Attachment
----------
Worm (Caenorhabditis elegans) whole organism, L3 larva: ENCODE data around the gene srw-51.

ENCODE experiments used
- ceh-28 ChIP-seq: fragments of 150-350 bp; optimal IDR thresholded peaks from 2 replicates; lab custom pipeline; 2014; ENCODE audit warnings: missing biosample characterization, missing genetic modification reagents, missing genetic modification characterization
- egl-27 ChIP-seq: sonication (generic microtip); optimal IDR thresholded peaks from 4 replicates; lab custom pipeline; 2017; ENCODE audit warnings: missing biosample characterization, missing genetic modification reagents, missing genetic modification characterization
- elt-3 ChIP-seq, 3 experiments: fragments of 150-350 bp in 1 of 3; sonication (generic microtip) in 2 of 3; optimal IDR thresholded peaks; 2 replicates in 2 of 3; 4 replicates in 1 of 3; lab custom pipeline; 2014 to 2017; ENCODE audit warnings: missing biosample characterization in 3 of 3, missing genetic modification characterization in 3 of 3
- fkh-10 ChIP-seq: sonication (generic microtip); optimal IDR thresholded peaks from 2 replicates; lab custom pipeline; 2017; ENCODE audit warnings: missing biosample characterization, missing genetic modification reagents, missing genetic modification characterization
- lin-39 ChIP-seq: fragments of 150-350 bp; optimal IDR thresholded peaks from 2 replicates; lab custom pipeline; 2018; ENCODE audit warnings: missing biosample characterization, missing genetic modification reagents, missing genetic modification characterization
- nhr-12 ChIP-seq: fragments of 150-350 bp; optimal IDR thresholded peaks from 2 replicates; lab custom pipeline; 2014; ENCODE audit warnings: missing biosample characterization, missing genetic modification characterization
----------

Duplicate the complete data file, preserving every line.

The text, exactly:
Worm (Caenorhabditis elegans) whole organism, L3 larva: ENCODE data around the gene srw-51.

ENCODE experiments used
- ceh-28 ChIP-seq: fragments of 150-350 bp; optimal IDR thresholded peaks from 2 replicates; lab custom pipeline; 2014; ENCODE audit warnings: missing biosample characterization, missing genetic modification reagents, missing genetic modification characterization
- egl-27 ChIP-seq: sonication (generic microtip); optimal IDR thresholded peaks from 4 replicates; lab custom pipeline; 2017; ENCODE audit warnings: missing biosample characterization, missing genetic modification reagents, missing genetic modification characterization
- elt-3 ChIP-seq, 3 experiments: fragments of 150-350 bp in 1 of 3; sonication (generic microtip) in 2 of 3; optimal IDR thresholded peaks; 2 replicates in 2 of 3; 4 replicates in 1 of 3; lab custom pipeline; 2014 to 2017; ENCODE audit warnings: missing biosample characterization in 3 of 3, missing genetic modification characterization in 3 of 3
- fkh-10 ChIP-seq: sonication (generic microtip); optimal IDR thresholded peaks from 2 replicates; lab custom pipeline; 2017; ENCODE audit warnings: missing biosample characterization, missing genetic modification reagents, missing genetic modification characterization
- lin-39 ChIP-seq: fragments of 150-350 bp; optimal IDR thresholded peaks from 2 replicates; lab custom pipeline; 2018; ENCODE audit warnings: missing biosample characterization, missing genetic modification reagents, missing genetic modification characterization
- nhr-12 ChIP-seq: fragments of 150-350 bp; optimal IDR thresholded peaks from 2 replicates; lab custom pipeline; 2014; ENCODE audit warnings: missing biosample characterization, missing genetic modification characterization